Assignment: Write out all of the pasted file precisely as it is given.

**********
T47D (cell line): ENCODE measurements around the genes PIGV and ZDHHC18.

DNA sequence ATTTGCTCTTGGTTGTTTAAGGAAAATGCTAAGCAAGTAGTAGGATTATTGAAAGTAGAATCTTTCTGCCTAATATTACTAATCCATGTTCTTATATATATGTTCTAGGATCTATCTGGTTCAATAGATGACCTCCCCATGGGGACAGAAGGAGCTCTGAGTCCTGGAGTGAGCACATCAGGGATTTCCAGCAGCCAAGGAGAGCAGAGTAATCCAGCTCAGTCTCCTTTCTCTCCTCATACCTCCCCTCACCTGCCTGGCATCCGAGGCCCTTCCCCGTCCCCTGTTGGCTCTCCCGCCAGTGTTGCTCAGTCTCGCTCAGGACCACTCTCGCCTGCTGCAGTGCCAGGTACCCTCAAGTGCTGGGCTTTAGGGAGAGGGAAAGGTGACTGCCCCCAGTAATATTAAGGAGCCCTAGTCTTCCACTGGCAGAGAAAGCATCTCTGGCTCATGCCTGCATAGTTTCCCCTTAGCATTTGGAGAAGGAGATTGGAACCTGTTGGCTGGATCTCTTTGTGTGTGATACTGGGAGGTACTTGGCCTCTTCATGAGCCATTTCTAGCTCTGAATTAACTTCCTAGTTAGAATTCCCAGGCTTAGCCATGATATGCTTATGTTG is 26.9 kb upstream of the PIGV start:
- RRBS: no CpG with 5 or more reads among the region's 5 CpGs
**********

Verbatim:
T47D (cell line): ENCODE measurements around the genes PIGV and ZDHHC18.

DNA sequence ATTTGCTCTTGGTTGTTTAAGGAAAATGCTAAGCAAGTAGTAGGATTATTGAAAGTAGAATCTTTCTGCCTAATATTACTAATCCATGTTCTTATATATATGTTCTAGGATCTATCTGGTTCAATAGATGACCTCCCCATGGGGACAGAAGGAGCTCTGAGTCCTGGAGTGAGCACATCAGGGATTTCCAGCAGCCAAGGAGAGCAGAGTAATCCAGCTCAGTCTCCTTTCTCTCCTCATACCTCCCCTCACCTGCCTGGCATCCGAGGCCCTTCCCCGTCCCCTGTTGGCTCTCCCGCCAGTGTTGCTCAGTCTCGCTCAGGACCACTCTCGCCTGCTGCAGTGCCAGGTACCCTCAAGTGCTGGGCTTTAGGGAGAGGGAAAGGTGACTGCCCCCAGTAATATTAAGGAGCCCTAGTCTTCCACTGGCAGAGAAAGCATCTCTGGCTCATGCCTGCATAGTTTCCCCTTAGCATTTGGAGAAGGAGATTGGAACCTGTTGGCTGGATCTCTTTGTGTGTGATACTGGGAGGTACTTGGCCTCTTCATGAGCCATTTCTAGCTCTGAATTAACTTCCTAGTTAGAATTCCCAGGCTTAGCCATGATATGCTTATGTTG is 26.9 kb upstream of the PIGV start:
- RRBS: no CpG with 5 or more reads among the region's 5 CpGs